Bruce Lee's training emphasized toning and compound exercises rather than concentration and mass. Bodybuilding played only a small part in his physical conditioning, with stretching and aerobics taking up the rest of his exercise cycle. He would perform this weight-lifting routine every other day.

As far as I know, Lee used weights compatible with his own body mass, and the push or lift was fast.


He used pullups (lats) and push ups. Try pushing onself to a vertical position!

OK - try pushing oneself up and clapping the hands - behind the back - twice.

Then try one arm push ups.

Also - do handstand pushups.

A human being should be able lift his or her own weight - and actually - 1.5x his or her own weight. Chimpanzees can handle two to three times their weight, which allows the to move in the trees.
The intensity of such an exercise does not seem right when concerning humans. Yes, we should be lean and able to lift our own bodyweight, however, that is a given when concerning moderate rates of exercise and proper nutrition.
 
  • #32
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well this is good timing

Here are ten keys to strength training success. See how many of them you apply in your own training!

1. When you start a new program, break into it easily. You don’t need to go full steam from day one. Build up gradually.

1a. The same applies if you add a new exercise to your program.

2. Be consistent. Never miss a workout. Every time you miss a workout you take two steps backward.

3. Emphasize heavy leg and back training. Leg and back training is the key to strength, power and muscle.

4. When I say to “train heavy,” I obviously mean to train heavy for your current level of development. That may mean 100 pounds in the squat for one lifter, 200 pounds for another lifter, and 300 pounds for a third lifter. For some lifters, it may mean 400 or 500 pounds.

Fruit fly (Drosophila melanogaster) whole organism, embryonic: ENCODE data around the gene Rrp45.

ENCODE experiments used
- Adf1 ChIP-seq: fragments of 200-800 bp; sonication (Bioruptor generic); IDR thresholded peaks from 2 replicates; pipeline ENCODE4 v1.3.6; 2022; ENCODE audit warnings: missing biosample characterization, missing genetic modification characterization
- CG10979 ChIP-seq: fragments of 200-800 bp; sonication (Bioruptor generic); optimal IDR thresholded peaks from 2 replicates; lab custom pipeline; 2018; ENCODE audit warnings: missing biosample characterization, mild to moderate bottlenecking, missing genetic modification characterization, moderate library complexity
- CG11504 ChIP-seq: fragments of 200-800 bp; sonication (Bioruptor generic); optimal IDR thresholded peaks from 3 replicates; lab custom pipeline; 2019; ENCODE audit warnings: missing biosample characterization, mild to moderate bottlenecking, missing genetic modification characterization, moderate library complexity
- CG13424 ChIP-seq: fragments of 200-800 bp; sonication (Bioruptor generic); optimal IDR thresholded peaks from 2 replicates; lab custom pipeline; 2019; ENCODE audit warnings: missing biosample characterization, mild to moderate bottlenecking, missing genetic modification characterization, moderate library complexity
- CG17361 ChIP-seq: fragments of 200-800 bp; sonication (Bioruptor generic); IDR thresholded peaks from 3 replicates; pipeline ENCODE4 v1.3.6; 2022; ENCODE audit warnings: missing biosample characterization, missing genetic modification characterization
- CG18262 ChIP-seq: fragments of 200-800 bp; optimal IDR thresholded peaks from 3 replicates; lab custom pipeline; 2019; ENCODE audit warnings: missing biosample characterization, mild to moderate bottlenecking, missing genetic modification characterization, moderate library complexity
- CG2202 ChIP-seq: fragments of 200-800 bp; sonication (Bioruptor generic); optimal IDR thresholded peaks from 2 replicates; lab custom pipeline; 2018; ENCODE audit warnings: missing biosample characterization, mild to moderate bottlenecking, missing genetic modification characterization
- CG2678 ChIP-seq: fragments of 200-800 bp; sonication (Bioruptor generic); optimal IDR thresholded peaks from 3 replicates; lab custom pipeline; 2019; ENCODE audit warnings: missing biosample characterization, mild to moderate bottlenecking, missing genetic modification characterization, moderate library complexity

5. Add weight to the bar whenever possible. The name of the game is progressive weight training.

6. When you add weight to the bar, add small amounts. Over time, the small increases add up to BIG GAINS.

7. Most trainees do too many exercises, too many sets, and too many reps – and they train too often. It isn’t until they streamline their workouts and focus on QUALITY TRAINING that they finally begin to make gains.

7a. Quality Training is Tommy Kono’s term for what I call abbreviated training. He won two Olympic gold medals and one silver medal with Quality Training.

7b. Quality Training means you choose a small number of productive exercises, train them hard, and then stop for the day.

8. Norb Schemansky won medals in FOUR different Olympics (1948, 1952, 1960 and 1964) – an amazing competition record. He once said, “If you can’t get it done in 45 minutes, it ain’t gonna happen.”

9. Divided workouts are great. A divided workout lets you focus your efforts on one, two or three exercises in each workout, and give them your all.

9a. REST one or two days between workouts, even if you are using a divided workout program.

9b. Your muscles grow when you are resting, not when you are training.

10. For many trainees, ultra-abbreviated training programs are the key to success.

There you have it – ten keys to strength training success! Read, them, remember them, and apply them!

As always, thanks for reading, and have a great day – and a great weekend. If you train today, make it a good one!
http://dinosaurtraining.blogspot.ca/2013/04/10-keys-to-strength-training-success.html
 
  • #33
Ivan Seeking
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Excellent! It seems that I've been doing this all correctly except for adding too much weight at once, perhaps. But that is more because I've been hesitating to buy more equipment until I'm sure how I wish to proceed.

When I was ten years old, my uncle gave me a book called simply "Self Defense", IIRC, and it covered everything from weight training to the basics in various forms of martial arts. I proceeded to buy my first weight set [my first real purchase in life] and used that book like a bible. Over the years I have never found a better guide. I don't think I've ever run across a bad piece of information from that training. I know I still have that book in a box somewhere...
 
  • #34
Ivan Seeking